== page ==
Psychologist, activist, and scholar, Armando Diaz, traveled from Mexico City to study at PHS. Diaz is working on his PhD in sociology at El Colegio de Mexico. Inspired by Cara a Cara (Face to Face) an HIV prevention training program for community advocates that was created by PHS and conducted in Mexico, Diaz developed the educational program Hombres, conciencia y encuentros (Men, Awareness, and Encounters). Diaz's training is designed to reduce social and personal vulnerability among gay men and men who have sex with men in urban and rural communities throughout Mexico. Through presentations, workshops, and small group discussions, trainers focus on sexual diversity, masculinity, history, human rights, HIV/AIDS prevention, and physical and emotional health. Starting locally in Guadalajara, the program has expanded to reach individuals from many areas of Mexico. The group is now working with the Sexual Citizenship Network from Jalisco, National Vigilance Council in Sexual Diversity and HIV/AIDS.
Diaz has come to understand the importance of sexual health education and sexual rights. Although many of the young LGBTI in Mexico are more open about their sexual identity, and there is a growing culture presence with GLBT parades and public gathering places, advocates still have work to do to achieve full integration. Through their research Diaz and his colleagues found that many individuals young and old are challenged in constructing intimate relationships and many young people do not fully understand the potential impact of HIV.
Diaz believes that an empowered individual has the opportunity to look beyond his own needs to the needs of his community. Ideally, strengthening a person strengthens the family, the community, the nation, and ultimately, the world. "The world has been broken through the mistakes of discrimination and injustice. The social acceptance of sexual diversity will help to align communities and right this history," said Diaz. It is Diaz's hope that with acceptance an individual can turn his focus to other social issues like homelessness, poverty, and the environment.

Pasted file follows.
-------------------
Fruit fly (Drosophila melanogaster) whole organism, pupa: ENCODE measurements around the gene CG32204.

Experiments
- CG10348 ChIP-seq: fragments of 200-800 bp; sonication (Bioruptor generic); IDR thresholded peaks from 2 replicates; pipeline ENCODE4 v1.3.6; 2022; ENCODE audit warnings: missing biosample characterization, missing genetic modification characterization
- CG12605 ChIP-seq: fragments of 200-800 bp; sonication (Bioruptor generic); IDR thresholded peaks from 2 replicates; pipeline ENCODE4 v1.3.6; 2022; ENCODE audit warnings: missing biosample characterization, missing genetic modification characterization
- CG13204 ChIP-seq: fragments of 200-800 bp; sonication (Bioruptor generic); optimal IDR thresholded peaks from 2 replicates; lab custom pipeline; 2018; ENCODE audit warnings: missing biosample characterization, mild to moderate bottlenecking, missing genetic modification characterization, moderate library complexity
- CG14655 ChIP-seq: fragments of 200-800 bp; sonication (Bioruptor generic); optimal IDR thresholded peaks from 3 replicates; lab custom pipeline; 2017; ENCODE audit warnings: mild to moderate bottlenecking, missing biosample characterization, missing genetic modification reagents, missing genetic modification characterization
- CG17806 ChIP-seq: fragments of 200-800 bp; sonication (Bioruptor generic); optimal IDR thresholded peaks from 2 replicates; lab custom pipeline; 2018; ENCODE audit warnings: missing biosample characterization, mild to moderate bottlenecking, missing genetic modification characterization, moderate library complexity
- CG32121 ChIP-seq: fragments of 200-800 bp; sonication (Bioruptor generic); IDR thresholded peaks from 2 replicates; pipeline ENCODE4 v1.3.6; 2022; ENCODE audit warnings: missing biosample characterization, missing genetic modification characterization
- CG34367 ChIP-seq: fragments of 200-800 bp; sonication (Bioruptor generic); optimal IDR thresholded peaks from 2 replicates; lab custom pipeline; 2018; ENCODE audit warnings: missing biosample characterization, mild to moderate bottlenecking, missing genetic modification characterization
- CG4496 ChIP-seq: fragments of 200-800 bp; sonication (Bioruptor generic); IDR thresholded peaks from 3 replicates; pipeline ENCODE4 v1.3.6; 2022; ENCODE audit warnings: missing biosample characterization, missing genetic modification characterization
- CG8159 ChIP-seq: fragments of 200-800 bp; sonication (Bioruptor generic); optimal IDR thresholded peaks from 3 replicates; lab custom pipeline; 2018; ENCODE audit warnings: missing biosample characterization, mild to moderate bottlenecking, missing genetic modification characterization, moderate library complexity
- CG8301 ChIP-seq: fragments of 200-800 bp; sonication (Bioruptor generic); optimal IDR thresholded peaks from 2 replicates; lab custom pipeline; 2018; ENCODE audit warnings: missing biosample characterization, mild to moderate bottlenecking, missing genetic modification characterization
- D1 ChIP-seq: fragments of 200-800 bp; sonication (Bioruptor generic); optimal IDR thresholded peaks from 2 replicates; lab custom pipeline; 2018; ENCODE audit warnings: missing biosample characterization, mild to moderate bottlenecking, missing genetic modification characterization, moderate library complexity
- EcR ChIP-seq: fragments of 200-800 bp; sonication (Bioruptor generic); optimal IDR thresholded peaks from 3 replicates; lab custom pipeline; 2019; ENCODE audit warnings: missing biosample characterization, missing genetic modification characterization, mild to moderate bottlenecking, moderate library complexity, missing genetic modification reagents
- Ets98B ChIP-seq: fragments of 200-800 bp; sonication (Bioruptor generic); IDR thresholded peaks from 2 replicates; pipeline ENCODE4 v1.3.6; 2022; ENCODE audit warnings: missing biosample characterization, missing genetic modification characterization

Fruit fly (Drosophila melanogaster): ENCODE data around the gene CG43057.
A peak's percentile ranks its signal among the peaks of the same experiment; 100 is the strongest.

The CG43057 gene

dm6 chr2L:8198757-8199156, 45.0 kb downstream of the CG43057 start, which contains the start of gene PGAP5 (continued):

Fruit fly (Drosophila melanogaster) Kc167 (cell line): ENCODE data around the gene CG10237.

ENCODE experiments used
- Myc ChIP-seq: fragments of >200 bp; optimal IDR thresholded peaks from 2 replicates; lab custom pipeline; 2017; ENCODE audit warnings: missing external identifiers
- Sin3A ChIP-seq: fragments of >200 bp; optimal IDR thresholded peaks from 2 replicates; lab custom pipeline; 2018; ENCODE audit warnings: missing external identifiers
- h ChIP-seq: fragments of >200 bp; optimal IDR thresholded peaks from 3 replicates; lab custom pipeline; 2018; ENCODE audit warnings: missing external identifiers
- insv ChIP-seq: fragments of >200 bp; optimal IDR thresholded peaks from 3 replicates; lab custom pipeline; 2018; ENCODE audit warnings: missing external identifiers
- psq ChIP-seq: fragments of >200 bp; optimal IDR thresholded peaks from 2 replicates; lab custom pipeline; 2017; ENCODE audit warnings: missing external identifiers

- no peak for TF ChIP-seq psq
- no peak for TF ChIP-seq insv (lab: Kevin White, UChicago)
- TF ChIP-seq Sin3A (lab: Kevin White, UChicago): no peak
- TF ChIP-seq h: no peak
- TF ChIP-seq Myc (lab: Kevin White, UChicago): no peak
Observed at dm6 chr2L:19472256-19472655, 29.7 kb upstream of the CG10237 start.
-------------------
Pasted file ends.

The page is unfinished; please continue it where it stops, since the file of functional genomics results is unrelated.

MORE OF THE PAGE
While at PHS Diaz spent time consulting with Eli Coleman, PhD, as well as spending some time at a St. Paul clinic (La Clinica) to better understand the options and needs surrounding sexual health and HIV/AIDS for Latinos. He also made time to explore materials in the Jean-Nickolaus Tretter Collection in Gay, Lesbian, Bisexual and Transgender Studies. He was excited to find books about the GLBT rights movement in Mexico that he has not been able to locate at home. Diaz feels that connecting the present to the past is very powerful. He said, "history shows millennia of violence and discrimination and when one transgender person decides to live as he feels, when one lesbian chooses to love who she loves, and when one gay man decides to assume himself these people are changing the world by breaking the power structure of history. I am fortunate to work with these individuals and to witness the change."
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